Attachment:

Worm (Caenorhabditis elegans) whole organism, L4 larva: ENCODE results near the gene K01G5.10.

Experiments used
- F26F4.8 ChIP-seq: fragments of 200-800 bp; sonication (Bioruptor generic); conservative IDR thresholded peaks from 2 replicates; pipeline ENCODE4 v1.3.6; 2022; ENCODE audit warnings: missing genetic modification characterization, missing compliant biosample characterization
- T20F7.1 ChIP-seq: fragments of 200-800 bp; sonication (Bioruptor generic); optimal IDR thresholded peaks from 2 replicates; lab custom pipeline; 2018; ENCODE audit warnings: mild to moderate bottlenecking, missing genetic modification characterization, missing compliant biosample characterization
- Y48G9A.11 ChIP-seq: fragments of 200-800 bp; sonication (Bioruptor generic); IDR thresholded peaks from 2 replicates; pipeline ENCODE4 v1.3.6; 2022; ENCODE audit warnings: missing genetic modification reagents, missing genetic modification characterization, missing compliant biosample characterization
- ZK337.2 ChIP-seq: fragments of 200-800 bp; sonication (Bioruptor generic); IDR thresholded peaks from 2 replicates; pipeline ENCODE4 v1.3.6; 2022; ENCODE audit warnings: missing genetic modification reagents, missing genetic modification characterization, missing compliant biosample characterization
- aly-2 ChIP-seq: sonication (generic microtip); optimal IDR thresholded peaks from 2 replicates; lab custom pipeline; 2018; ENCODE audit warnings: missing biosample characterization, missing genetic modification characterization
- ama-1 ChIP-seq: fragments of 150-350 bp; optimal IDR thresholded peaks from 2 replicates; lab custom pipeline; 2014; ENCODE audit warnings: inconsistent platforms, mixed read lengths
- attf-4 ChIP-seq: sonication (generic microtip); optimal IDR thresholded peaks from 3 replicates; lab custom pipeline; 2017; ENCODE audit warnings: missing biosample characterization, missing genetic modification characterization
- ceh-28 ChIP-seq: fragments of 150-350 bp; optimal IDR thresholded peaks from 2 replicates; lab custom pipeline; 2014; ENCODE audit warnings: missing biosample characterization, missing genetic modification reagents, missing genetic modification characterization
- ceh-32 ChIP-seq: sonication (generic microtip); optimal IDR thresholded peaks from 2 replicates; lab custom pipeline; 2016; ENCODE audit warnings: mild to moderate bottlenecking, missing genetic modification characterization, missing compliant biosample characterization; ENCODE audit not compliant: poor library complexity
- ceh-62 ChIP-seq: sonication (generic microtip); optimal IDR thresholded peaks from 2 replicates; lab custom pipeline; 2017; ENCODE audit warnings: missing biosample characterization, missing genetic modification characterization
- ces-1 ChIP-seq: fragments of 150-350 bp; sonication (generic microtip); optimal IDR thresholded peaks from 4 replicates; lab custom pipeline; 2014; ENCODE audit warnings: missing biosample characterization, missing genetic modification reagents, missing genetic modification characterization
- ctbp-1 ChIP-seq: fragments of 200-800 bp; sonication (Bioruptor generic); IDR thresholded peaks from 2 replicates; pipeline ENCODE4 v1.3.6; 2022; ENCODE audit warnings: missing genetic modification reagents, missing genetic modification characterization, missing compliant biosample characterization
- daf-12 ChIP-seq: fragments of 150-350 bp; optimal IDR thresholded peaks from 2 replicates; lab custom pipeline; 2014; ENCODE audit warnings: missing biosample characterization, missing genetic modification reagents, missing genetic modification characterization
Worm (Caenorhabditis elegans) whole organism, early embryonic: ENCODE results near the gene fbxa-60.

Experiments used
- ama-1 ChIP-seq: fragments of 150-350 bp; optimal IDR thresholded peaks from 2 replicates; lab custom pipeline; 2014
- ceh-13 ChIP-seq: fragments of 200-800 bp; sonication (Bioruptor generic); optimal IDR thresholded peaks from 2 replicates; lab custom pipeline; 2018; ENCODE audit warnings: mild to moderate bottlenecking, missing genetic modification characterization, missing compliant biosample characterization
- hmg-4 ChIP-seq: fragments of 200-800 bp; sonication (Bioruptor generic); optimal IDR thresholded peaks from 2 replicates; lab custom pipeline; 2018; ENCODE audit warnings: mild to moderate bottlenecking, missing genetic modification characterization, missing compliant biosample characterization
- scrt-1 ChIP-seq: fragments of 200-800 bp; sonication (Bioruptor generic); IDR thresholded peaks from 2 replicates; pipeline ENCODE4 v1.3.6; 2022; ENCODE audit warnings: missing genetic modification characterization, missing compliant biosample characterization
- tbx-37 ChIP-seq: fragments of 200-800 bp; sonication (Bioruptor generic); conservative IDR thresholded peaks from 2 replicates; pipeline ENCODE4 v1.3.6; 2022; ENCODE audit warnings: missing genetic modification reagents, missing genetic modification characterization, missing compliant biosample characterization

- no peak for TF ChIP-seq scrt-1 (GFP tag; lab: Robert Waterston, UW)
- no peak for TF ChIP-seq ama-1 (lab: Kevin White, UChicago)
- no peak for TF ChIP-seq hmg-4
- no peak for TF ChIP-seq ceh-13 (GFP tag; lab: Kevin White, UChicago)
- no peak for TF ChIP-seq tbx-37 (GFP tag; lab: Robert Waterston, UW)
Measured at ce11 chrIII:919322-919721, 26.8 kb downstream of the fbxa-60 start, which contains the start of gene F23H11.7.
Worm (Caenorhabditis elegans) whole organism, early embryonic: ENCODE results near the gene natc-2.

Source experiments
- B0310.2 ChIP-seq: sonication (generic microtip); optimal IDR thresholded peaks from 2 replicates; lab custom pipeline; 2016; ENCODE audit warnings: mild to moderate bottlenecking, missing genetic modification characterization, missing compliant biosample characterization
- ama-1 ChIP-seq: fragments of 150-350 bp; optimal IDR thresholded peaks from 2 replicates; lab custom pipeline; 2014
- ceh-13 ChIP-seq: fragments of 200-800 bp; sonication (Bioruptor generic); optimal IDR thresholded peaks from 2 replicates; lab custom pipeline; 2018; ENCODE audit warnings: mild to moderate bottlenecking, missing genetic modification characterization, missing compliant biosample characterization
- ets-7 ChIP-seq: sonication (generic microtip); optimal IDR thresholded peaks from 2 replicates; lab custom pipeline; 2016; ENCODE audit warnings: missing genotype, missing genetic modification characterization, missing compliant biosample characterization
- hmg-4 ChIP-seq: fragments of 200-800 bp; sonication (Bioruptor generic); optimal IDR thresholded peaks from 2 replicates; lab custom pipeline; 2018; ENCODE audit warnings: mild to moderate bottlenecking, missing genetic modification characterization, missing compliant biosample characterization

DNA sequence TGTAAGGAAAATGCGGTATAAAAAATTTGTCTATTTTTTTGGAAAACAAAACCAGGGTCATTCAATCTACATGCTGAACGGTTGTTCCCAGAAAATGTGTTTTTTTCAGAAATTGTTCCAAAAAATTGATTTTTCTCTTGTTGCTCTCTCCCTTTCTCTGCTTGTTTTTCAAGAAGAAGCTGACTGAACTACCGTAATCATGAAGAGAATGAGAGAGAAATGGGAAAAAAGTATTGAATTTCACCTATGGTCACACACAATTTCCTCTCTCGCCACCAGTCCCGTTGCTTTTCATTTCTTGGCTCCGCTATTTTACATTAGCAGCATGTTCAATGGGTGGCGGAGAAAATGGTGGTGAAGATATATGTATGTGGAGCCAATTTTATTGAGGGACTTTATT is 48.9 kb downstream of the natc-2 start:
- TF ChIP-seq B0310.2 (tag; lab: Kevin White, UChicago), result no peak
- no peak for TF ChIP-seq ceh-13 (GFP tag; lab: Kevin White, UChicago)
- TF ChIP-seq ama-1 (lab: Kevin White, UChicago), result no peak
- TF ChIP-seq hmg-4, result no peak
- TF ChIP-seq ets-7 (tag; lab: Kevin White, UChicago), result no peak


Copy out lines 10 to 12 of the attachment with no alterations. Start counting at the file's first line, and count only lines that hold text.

- ceh-28 ChIP-seq: fragments of 150-350 bp; optimal IDR thresholded peaks from 2 replicates; lab custom pipeline; 2014; ENCODE audit warnings: missing biosample characterization, missing genetic modification reagents, missing genetic modification characterization
- ceh-32 ChIP-seq: sonication (generic microtip); optimal IDR thresholded peaks from 2 replicates; lab custom pipeline; 2016; ENCODE audit warnings: mild to moderate bottlenecking, missing genetic modification characterization, missing compliant biosample characterization; ENCODE audit not compliant: poor library complexity
- ceh-62 ChIP-seq: sonication (generic microtip); optimal IDR thresholded peaks from 2 replicates; lab custom pipeline; 2017; ENCODE audit warnings: missing biosample characterization, missing genetic modification characterization